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Why libraries are better than McDonald's

We hope libraries remain the vibrant community hubs we know them to be.

Why libraries are better than McDonald's

By Deb Miles

Two years on from the publication of this article in Council Leader (June July 2014), State Library continues to support public libraries with funding, training and ideas to be ‘better than McDonald’s’. VISION 2017 for Queensland public libraries is one of a number of documents which has informed the Advancing Queensland Public Libraries Discussion Paper, open for feedback until 29 February 2016. The Paper aims to stimulate discussion on the future of libraries, and inform support services offered by State Library of Queensland, in order to ensure our libraries remain the community hubs we want and need them to be. Read on for the original article published in 2014.

Libraries and McDonald’s both have friendly staff, have increasing numbers coming through the doors and they usually have wi-fi.

Actually, there are more than twice as many libraries than McDonald's in Queensland. And there's so many more reasons why should go there instead. You don’t have to buy anything and the best thing about libraries is that they’ve got stuff you can borrow, stuff you can learn and stuff to do.

I popped into a few near me the other day and I was amazed. I live in Brisbane, so I realise that I am lucky to have some fabulous hubs of activity close by. There was an edible garden out the front as I walked in, there was a dad with his child in a bean bag watching a DVD, there was a group of teens doing their homework and a group of people with disabilities having afternoon tea.

Further on, there were children listening to a librarian tell them a story, a room full of women of all ages creating things and there were people in comfy chairs reading or working on their iPads or iPods or using the computers, while others strolled along the shelves looking at magazines, DVDs, audio books, CDs, or those good old fashioned and still much loved books.

Libraries foster the joy of reading. Reading leads to education. Education leads to jobs and economic development. Literacy builds life chances and libraries are an essential part of the learning ecosystem.

From literacy to literature, libraries support learning, education, skills development, community building and a sense of belonging. Increasingly they are co-located with other community facilities such as a museum or gallery or tourist information centres. Some are combined with swimming pools, or council offices.

Libraries also have the legitimate and valued role of collecting and sharing your community’s local history, heritage and identity. They are your community’s memory.

A force for change

I am an unashamed advocate for the power of a library to be a force for change. They know technology has changed their role, which has made them diversify and do things differently. They also know some people feel disconnected in their community and that people need to belong to something, that people love to learn, to contribute, to create and to share.

Libraries also know that they need to build their community, not only via online or mobile access, but by doing more things to attract wider and more diverse participation.

One regional library manager said to me, “We can’t just wait for people or the council to come to us, so I just look at what the council is focused on at the moment and think how can we be involved in that? Or I look through our community directory and find groups I don’t know about and call them and say let’s meet – let’s talk about what we both do and how we can work together”.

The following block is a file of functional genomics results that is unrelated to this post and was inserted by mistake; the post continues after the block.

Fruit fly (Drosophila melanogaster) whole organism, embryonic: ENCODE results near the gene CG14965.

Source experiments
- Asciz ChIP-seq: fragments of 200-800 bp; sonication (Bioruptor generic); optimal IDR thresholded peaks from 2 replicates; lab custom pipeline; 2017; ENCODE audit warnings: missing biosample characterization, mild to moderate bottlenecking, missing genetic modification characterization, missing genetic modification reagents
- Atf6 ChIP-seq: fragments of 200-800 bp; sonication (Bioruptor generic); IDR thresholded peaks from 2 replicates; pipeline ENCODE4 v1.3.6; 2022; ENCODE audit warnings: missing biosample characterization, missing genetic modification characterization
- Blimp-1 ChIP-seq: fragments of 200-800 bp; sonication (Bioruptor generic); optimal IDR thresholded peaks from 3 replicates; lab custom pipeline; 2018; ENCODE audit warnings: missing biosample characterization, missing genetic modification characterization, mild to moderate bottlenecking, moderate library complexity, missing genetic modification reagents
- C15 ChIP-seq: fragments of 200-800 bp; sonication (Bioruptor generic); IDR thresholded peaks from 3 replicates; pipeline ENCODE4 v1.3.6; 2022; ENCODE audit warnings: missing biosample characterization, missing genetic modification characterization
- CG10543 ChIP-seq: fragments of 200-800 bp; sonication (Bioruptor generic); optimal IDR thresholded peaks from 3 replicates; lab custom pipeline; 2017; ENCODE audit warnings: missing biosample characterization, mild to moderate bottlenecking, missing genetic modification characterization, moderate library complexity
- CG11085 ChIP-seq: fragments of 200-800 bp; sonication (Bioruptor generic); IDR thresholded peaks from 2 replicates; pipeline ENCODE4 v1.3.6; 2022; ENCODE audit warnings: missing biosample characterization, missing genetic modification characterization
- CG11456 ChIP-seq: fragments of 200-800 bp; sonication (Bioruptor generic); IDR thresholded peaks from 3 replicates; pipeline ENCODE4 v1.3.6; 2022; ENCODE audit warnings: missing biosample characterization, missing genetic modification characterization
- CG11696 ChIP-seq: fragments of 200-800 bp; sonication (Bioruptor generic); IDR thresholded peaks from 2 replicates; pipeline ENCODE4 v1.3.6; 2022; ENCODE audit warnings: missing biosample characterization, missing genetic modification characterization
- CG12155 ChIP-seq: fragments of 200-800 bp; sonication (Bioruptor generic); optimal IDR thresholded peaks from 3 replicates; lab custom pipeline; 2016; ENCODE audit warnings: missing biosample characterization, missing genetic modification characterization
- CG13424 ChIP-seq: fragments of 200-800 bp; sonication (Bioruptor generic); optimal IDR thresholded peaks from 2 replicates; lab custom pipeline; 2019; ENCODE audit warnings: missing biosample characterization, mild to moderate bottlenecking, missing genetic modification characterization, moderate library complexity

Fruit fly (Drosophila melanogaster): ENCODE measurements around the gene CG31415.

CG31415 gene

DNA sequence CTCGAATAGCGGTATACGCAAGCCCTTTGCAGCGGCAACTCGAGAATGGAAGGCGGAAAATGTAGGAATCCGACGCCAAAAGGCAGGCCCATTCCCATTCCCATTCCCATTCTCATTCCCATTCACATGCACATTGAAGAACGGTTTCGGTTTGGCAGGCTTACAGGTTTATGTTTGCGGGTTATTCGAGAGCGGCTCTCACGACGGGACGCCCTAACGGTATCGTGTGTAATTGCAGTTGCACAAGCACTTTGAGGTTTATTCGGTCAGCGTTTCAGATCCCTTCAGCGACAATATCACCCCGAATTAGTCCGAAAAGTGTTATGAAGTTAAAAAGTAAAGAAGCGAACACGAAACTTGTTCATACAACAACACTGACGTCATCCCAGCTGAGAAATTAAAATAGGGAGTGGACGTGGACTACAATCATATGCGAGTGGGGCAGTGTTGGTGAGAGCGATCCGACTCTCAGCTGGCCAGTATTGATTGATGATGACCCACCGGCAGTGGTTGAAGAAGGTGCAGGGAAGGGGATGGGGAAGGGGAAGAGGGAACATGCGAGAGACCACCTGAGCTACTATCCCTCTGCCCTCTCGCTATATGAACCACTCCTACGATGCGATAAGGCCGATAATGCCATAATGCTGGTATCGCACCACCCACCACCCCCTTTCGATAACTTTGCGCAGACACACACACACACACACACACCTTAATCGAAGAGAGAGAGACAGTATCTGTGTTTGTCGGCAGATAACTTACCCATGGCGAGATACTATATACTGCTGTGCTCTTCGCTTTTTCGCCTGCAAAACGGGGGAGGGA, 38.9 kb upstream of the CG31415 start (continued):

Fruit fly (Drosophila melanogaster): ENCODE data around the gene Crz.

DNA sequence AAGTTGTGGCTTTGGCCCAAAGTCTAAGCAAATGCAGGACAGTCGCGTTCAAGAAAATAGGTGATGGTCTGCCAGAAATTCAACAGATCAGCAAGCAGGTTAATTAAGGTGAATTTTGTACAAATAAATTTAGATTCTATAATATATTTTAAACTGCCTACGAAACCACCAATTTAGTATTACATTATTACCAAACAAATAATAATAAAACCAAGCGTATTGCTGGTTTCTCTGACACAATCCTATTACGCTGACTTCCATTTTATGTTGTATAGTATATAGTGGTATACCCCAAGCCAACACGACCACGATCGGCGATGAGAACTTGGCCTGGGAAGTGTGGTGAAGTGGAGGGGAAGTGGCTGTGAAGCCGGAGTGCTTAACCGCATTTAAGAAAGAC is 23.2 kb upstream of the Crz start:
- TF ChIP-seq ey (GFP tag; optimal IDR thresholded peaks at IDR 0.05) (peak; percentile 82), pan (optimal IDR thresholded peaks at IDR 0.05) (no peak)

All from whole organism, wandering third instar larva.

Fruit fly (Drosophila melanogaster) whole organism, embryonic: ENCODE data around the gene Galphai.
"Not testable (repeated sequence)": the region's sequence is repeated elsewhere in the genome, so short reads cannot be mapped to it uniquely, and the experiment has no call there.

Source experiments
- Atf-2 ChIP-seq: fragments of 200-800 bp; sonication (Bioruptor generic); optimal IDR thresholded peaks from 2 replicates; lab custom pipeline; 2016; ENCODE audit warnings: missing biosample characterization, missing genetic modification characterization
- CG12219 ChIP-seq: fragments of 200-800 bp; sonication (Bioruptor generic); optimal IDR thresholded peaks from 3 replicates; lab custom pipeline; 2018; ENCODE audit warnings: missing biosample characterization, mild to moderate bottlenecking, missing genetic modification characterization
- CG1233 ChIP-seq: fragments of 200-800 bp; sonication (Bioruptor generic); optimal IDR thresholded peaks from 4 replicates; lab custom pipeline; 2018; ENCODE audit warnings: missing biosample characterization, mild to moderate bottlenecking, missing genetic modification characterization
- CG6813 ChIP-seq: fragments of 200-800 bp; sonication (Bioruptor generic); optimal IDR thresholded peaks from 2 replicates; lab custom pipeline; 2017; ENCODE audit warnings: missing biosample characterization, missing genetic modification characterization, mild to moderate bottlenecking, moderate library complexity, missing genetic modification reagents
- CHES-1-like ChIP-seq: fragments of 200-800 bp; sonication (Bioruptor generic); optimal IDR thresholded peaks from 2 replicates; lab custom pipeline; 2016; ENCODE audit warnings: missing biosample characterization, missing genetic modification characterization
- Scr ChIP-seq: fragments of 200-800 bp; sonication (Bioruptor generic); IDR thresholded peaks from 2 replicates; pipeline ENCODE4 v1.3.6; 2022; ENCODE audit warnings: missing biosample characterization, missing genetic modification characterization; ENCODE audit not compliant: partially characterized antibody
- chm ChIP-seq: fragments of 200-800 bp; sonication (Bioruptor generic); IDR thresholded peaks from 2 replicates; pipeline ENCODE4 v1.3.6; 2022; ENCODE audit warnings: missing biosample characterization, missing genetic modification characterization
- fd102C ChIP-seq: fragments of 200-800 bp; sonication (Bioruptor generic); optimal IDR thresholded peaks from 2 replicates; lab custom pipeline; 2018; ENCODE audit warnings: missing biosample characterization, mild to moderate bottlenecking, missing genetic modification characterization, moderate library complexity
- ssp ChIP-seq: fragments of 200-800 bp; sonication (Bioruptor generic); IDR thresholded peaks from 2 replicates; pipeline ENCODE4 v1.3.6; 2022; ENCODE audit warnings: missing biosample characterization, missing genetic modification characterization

Here’s a sample of a few initiatives I’ve seen in libraries lately: Movie night, Finding your Family Tree, How to use Your iPad, Meet the Author, How to Use Facebook, Book Club, How to Make a Comic Book, as well as the possibility of borrowing a fishing rod, a plot of land, a musical instrument or a telescope.

One library book club wanted to do something useful while they met, so they started knitting blankets for the local homeless people whilst they discussed the books. The library became the drop-off point for wool donations from the community.

Some libraries do Reading with Dogs programs – through which children who are less than confident readers read aloud to dogs, giving them the chance to work with a non-judgemental listener.

The Food Tales initiative with public libraries brings together writers, readers, renowned chefs and local growers or producers into a local library.  The library becomes the hub for these people with a shared interest to meet, share stories and recipes and learn new digital skills.

We’ve been looking at the skills needed to work in today’s libraries and are developing a training program to support library staff to better serve their community and position the library to reach more of the community and attract those who are hesitant come in to see what’s on offer.

New leadership skills are essential, along with skills in engagement, community development, building partnerships and establishing new relationships. If there isn’t anything good or relevant happening in the library then, like all businesses, it will decline. All civic institutions require patronage and community support.

Working with public libraries and councils, we partnered to develop a vision for the future (VISION 2017) to provide a forward-thinking vision for public libraries.

We agreed there were four themes that libraries should be: creative community spaces, physical and virtual connectors, technology trendsetters and incubators of ideas. These are simple, practical goals and there are some fabulous libraries doing this already.

So it’s time to reassess and rediscover your vital community asset.

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Last updated
1st January 2019